Guest Post by: Jo Stratmann
Last year both Heineken and Carlsberg declared their intention to increase their marketing spend and so we thought it would be interesting to use analytics tool socialbakers to look at how both brands have fared in terms of their Facebook engagement strategy for the last quarter of this year (for the period 1st September – 13th December 2011).
At face value Heineken is leading the way in terms of fans with 4,740,759 fans, while Carlsberg only has 231,641 fans, giving Heineken 4,509,117 more fans than Carlsberg.
In fact, in just over three months Heineken’s fans grew by a massive 2,098,504 with a steady, average fan growth of 20,178 fans per day.
As anyone who has read our blog before knows, we’re all about real engagement on Facebook rather than the number of fans and so it’s interesting to look at both Carlsberg and Heineken in terms of engagement levels.
Using Facebook’s “Talking About” metric, during the last 3 months significantly more people were “Talking about” Heineken over Carlsberg. In fact, the number of people talking about Carlsberg daily has been consistently low at an average of only around 2,500 people per day.
As the chart below shows, the peak on 25th November and then subsequent decline in the number of people talking about Heineken was probably due to people interacting with Heineken’s Thanksgiving post, as well as the fact that Incubus, an American rock band, had to cancel their performance at the the Heineken music hall in Amsterdam on this day.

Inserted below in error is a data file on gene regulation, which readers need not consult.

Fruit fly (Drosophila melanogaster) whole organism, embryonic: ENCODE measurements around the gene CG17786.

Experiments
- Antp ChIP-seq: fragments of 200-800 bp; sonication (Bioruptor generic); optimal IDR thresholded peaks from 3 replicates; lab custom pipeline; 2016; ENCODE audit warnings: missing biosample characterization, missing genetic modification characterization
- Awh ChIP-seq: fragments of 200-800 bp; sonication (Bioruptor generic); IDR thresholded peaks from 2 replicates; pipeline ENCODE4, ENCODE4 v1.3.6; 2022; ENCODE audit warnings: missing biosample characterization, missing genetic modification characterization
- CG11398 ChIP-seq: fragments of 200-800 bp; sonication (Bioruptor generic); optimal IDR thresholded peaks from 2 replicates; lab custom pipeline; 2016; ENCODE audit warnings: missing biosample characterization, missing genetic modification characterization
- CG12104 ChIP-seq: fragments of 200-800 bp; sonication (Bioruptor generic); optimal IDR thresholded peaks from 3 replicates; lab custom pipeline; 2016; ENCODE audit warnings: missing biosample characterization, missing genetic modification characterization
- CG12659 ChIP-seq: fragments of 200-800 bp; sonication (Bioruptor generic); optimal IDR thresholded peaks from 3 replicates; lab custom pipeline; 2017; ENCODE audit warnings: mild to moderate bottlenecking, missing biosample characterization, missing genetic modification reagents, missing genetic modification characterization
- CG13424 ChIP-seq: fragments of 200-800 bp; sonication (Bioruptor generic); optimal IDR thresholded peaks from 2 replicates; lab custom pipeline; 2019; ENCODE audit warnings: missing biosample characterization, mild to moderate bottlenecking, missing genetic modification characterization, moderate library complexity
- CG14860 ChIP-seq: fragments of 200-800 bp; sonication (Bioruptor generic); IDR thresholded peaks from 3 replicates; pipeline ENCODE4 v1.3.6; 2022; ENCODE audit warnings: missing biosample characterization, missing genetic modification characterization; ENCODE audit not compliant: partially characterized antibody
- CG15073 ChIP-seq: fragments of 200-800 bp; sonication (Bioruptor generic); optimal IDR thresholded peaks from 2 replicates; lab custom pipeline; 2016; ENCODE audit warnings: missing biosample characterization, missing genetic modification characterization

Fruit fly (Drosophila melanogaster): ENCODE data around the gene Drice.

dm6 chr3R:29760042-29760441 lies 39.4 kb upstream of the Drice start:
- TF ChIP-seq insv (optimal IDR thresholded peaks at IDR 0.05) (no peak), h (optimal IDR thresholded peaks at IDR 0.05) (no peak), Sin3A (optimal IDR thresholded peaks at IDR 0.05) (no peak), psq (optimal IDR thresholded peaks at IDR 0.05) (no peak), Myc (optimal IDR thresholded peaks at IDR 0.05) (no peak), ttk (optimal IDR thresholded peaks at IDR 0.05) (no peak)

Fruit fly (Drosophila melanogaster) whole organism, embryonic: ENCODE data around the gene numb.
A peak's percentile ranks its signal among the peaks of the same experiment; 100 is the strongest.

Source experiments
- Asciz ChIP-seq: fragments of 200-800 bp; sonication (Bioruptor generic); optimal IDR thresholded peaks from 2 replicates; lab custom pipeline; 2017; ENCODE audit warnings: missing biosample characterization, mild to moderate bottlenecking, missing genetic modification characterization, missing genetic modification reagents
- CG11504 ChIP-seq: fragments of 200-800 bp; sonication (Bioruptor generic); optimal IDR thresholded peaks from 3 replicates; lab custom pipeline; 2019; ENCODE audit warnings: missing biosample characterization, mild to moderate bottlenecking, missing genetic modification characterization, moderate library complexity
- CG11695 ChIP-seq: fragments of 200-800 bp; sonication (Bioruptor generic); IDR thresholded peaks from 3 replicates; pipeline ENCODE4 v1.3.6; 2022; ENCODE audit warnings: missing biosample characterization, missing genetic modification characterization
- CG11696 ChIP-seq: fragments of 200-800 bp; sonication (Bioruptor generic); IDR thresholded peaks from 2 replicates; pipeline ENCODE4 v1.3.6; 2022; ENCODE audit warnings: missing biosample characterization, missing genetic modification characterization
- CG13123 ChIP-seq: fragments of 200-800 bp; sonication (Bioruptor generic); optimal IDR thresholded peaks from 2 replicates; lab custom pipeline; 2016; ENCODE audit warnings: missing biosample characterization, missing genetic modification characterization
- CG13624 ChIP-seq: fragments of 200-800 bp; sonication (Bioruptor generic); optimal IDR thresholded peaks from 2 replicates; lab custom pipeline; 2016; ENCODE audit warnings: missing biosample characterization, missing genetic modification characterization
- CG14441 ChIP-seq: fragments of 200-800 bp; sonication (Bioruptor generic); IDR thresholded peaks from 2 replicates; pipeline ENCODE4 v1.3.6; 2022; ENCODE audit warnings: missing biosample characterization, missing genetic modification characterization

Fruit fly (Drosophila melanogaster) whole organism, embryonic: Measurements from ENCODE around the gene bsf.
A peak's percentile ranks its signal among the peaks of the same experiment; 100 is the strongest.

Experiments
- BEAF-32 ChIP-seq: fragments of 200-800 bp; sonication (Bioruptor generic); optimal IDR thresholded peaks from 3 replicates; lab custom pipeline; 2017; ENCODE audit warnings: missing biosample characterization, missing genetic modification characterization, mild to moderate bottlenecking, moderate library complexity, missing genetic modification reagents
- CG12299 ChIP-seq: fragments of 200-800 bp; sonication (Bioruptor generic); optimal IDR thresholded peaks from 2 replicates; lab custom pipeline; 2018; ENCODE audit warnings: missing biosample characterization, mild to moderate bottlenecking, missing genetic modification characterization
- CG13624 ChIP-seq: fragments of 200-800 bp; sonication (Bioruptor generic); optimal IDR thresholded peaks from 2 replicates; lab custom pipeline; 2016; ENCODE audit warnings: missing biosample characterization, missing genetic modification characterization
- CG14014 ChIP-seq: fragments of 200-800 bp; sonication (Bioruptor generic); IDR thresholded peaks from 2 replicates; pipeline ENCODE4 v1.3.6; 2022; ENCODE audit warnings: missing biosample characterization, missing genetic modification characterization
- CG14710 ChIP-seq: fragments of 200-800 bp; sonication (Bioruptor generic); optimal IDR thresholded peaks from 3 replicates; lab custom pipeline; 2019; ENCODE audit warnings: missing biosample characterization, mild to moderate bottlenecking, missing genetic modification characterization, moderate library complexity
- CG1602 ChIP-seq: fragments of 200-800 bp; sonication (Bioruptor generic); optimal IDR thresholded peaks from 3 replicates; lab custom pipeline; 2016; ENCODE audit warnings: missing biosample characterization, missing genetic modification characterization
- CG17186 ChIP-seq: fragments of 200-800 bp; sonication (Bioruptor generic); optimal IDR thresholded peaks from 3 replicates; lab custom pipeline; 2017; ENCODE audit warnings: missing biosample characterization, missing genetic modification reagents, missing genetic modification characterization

As for Carlsberg’s low people talking about rate, this could attributed to a lack of posts from the page admin. The Carlsberg page admin has only posted content 42 times in just over three months. But while Heineken has posted double this amount, the amount of content used by both brands is lower than that of Coca-Cola and Pepsi’s Facebook engagement strategy and Heineken only really posted multiple times per day on 13th November in response to customer enquires about tickets for a performance at Heineken Green Spheres in Dublin (though this is a good example of using social media for customer service).
However, what is interesting to note is that when you look at both Heineken and Carlsberg’s Facebook pages in relation to their average engagement rate over time in the last three months it seems as if Carlsberg, at the start of the quarter, had a higher average engagement rate than Heineken.
As you can see, there is a massive dip in the engagement rate on Carlsberg’s page around 7th October which they never quite recover from. This coincides with the day that Carlsberg announced it was rolling out the next stage of its marketing campaign for the UEFA Euro 2012 tournament on Facebook and so it could be that people started engaging with Carlsberg Football Facebook page to the detriment of engagement levels on the main Carlsberg page itself.
However, with Heineken’s average engagement rate decreasing and Carlsberg’s levels potentially looking as though it could increase again over time, it will be interesting to track both brands in terms of their Facebook engagement strategy over the coming months.